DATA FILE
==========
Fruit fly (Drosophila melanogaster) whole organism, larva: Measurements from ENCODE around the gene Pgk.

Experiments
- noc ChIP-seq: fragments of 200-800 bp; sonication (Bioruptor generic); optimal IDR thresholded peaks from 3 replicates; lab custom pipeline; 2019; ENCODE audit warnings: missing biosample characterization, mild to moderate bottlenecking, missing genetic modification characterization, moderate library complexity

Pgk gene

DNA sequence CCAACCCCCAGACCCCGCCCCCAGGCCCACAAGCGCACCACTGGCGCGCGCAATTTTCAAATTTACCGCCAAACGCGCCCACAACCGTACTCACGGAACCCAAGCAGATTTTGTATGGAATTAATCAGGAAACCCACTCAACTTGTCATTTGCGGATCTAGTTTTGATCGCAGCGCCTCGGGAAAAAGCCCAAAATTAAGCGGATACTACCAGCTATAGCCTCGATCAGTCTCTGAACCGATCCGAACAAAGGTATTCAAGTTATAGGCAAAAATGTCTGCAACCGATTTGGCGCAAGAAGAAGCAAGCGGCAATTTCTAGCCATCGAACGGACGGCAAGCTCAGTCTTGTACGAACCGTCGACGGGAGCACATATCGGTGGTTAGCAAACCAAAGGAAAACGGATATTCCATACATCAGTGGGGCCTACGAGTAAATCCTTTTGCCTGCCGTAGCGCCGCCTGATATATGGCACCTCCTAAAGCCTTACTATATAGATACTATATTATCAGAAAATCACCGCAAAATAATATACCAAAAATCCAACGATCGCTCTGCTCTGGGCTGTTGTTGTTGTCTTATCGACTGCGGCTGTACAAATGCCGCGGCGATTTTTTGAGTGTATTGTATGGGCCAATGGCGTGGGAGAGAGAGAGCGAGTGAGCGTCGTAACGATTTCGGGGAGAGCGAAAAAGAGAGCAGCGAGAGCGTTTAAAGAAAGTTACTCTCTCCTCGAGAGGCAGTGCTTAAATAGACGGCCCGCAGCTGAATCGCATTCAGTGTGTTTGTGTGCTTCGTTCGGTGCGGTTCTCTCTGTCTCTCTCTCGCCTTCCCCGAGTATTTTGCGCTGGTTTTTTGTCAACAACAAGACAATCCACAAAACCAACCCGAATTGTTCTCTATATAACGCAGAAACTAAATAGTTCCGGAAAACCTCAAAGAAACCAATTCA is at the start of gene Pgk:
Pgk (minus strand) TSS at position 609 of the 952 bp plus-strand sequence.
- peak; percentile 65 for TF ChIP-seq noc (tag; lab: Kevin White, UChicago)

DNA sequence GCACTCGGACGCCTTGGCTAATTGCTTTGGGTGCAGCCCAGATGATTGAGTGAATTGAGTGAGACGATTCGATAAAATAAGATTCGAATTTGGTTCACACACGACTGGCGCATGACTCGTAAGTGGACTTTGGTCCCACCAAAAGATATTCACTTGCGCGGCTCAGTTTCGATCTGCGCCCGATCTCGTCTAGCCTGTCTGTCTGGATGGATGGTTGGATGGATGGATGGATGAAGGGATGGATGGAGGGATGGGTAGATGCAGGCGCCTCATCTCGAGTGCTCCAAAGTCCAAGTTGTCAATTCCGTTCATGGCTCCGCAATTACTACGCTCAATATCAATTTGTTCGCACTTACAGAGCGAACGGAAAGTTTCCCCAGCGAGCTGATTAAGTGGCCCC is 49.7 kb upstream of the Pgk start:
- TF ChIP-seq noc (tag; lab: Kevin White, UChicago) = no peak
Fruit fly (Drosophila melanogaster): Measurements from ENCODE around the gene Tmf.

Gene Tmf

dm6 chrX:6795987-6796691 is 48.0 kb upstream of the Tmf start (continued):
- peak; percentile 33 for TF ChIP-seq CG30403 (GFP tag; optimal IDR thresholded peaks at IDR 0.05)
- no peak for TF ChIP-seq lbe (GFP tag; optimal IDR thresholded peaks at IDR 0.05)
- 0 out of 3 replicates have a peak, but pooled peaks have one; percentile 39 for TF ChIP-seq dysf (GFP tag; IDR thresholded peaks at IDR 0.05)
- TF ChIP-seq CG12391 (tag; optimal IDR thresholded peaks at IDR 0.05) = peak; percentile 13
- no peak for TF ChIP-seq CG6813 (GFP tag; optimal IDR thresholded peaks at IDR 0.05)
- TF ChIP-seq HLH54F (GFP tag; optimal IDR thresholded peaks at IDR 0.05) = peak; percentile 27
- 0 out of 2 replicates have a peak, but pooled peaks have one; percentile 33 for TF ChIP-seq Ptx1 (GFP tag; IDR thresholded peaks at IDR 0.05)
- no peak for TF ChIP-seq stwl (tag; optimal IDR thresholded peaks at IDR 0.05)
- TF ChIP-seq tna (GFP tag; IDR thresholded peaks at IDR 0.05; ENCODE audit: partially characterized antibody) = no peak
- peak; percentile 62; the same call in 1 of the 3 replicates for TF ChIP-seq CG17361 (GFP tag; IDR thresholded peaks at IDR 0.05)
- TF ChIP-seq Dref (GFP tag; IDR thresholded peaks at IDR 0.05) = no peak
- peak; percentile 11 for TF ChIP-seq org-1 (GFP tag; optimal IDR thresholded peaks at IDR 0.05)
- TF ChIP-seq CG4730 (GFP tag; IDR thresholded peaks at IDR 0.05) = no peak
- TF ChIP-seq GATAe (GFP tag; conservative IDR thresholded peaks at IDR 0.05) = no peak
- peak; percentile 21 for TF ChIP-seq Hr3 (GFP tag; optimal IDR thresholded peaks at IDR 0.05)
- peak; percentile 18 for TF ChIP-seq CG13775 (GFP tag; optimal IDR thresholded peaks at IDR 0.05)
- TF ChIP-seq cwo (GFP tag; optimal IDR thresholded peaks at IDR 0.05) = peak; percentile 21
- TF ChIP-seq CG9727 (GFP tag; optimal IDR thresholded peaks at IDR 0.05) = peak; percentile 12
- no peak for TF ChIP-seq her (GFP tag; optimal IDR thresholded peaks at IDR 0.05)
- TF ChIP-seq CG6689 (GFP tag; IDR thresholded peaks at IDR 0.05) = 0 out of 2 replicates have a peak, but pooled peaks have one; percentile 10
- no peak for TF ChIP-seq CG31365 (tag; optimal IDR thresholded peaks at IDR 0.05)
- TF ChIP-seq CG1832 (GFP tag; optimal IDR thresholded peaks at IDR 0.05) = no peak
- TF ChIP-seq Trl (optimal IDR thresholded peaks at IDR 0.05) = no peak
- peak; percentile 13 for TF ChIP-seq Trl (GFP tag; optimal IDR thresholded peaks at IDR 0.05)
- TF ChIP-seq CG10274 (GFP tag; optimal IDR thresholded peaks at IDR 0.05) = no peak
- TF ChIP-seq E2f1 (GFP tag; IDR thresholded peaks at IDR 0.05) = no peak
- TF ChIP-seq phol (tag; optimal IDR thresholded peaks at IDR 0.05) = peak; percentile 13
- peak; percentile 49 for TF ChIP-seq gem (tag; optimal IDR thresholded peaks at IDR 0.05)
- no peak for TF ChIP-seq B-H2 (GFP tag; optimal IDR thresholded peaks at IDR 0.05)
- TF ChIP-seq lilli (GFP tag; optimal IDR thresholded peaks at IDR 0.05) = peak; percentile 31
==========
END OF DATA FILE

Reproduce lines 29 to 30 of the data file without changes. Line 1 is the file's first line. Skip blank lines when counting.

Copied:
- TF ChIP-seq cwo (GFP tag; optimal IDR thresholded peaks at IDR 0.05) = peak; percentile 21
- TF ChIP-seq CG9727 (GFP tag; optimal IDR thresholded peaks at IDR 0.05) = peak; percentile 12